Although many of these practices seem to have some biological and physiological basis for effectiveness, others are just fascinating, such as drinking beet juice to help erase jaundice. (Although I'm still not sure about the restorative benefits of beet juice, I know that a couple of teaspoons will not be harmful.) Most have never been tested in a laboratory. But others, like the proverbial chicken soup for colds, have been proven to work. Grandma was right: There really is a penicillinlike substance in chicken broth.
I've listed the most common childhood ailments from A to Z, including the health concerns most parents ask me about. I didn't include some concerns, such as knockknee, because I hadn't heard any "natural" remedies for them. I haven't included any of the formerly common childhood diseases such as mumps and measles, because vaccines have virtually wiped them out. Nor have I included folk remedies for any life-threatening or otherwise devastating diseases. As with a number of behavioral issues such as stress and depression, I strongly believe that these are best addressed by your doctor or other health professional.
Under each heading, you'll find a brief description of the ailment, the most common or conventional treatments, and then a "parents' report" of what works. Many of these remedies and practices have survived the test of time because so many parents have found that they offer some relief and comfort. For some, I can theorize a biological/physiological basis for their effectiveness. Others I've included even though I cannot offer any current recognized medical explanation for any results, but they can't hurt. And lastly, when appropriate, I issue a warning. I've mentioned some folk remedies that should not be followed because they're dangerous.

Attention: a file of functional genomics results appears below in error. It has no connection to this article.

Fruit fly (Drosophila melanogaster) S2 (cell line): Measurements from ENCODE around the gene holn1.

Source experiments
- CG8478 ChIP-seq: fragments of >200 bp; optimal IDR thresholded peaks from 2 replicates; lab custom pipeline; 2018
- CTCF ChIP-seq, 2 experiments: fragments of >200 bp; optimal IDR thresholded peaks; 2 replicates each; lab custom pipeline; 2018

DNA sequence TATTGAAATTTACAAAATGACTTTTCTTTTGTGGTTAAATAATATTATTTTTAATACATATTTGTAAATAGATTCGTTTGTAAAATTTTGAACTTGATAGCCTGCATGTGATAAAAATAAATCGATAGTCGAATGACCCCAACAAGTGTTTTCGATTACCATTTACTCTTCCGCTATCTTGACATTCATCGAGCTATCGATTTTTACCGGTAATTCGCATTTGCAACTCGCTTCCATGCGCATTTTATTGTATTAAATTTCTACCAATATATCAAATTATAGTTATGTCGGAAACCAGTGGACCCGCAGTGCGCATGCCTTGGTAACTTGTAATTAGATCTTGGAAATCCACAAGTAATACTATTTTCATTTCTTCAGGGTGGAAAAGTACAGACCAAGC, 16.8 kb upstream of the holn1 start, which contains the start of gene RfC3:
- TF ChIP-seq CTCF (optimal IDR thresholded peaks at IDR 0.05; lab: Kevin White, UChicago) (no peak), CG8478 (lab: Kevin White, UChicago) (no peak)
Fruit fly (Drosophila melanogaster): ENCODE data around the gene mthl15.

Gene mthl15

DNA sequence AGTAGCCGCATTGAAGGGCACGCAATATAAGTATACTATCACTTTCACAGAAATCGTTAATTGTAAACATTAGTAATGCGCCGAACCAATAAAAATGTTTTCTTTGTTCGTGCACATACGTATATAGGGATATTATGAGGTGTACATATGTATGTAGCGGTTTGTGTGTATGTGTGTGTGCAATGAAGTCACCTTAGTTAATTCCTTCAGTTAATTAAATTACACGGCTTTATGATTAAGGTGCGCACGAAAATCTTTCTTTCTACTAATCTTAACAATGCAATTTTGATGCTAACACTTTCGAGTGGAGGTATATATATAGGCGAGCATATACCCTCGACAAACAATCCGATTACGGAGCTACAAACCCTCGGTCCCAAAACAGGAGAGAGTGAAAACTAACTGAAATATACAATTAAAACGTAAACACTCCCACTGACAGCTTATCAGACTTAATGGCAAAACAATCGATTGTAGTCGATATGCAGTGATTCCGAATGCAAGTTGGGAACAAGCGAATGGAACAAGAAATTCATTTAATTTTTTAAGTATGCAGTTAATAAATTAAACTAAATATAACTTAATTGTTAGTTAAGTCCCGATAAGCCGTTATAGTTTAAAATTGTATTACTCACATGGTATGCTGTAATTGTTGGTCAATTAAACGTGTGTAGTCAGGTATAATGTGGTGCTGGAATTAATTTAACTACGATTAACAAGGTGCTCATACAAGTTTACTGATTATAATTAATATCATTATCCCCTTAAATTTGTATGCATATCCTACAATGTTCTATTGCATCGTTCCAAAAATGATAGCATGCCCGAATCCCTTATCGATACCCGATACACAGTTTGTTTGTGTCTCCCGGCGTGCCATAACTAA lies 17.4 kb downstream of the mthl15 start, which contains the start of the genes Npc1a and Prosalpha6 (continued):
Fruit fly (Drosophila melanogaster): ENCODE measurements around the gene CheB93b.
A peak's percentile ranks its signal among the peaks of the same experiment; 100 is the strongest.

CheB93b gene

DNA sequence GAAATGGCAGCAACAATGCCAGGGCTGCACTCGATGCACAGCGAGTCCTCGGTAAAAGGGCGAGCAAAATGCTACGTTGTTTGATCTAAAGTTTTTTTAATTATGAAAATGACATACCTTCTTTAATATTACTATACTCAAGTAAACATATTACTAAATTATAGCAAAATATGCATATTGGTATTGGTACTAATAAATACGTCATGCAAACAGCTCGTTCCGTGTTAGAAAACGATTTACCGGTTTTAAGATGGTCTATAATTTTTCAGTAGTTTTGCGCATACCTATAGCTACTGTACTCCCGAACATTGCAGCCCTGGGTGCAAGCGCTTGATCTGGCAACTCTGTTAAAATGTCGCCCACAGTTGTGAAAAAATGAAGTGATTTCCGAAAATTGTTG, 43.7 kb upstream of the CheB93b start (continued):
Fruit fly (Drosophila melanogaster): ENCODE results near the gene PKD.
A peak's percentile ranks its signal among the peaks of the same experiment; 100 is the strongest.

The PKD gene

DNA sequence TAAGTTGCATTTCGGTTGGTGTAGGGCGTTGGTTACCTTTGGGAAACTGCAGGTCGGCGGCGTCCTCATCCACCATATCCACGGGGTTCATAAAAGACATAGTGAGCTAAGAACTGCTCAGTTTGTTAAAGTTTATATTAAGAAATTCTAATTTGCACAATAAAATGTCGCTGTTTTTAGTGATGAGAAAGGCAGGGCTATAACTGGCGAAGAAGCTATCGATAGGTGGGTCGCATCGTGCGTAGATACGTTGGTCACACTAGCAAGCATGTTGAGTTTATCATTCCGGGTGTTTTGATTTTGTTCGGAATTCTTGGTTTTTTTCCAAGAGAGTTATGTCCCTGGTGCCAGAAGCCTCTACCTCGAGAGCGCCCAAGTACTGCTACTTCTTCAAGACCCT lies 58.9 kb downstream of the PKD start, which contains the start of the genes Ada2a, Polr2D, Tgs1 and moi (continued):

Not surprisingly, you'll find a special emphasis on food and nutrition; even the father of medicine, Hippocrates, wrote extensively about the therapeutic use of diet. The "recipes" fall under a large umbrella of categories: nutrition, vitamin and herbal therapy, acupressure, gemstones, aromatherapy, and more. You'll also find some remedies that I frankly find baffling--putting raw potato slices on a belly to cure stomachache?--but they make me smile when I hear about them and seem to cause no harm. However, I recommend parents take these remedies with, well, a grain or two of salt!
how to use this book
SALT IN YOUR SOCK is not intended to be a substitute for your physician's advice. Always check with your physician before using any herbal or other family remedy. There is scientific documentation that some commonly used herbal medications may cause problems if combined with prescribed medicines. Recent medical literature also cautions that using herbal or other less traditional therapies can increase the risk for unexpected complications if surgery is performed. Many herbal remedies stay in the body's systems for weeks after use, or may interfere with heart rate, blood pressure, bleeding tendencies, or the effectiveness of anesthesia during a surgical procedure. So always tell your doctor before giving any supplement to your child.
The "New" Medicine Cabinet
If you want to stock your cabinet, I've listed the most frequently mentioned foods and herbs below. The much-quoted "Take two aspirins and call me in the morning" can be replaced with: "Peel some potatoes for a headache, cut up some onions for fever, and then call me in the morning." Every culture cooks up its own cures, often based on what's growing out in the fields. My version of a natural medicine cabinet is one filled with foods, teas, herbs, and, as you'll see, plenty of onions and garlic!
Stock Your Pantry
_Ginger--fresh or powdered
_Fruit juice--only naturally sweetened
_Yogurt (with live cultures; look for Lactobacillus acidophilus and Lactobacillus bifidus on the label)
_Black tea bags (orange pekoe, Earl Grey)
_Pineapple (fresh fruit or natural juice)
Herbs are nature's medicinals. From ancient times, there have always been herbalists who relied on the power of plants and their extracts. Following are the herbs and natural ingredients most frequently mentioned by parents.
_Activated charcoal--for food poisoning, gastrointestinal distress
_Aloe vera (gel or juice)--for minor burns, such as sunburn, cuts, scrapes
_Arnica ointment--for strains, sprains, and muscle aches
_Bentonite clay--for insect bites and stings
_Calendula cream--for cuts, scrapes, skin irritations, and bruises
_Chamomile (tea, tincture, and essential oil)--for stomachache, insomnia, and relaxation
_Clove (essential oil)--for teething and toothache
_Echinacea (tea, tincture)--for colds, flu, urinary tract and yeast infections, and acne
_Eucalyptus (essential oil)--for nasal congestion
_Eyebright (tea)--for eye infections
_Fennel (tea, seeds)--for gas and stomachache
_Goldenseal (tea, tincture)--for colds, flu, and gastrointestinal infections
_Lactobacillus acidophilus and Lactobacillus bifidus--for yeast infections and gastrointestinal distress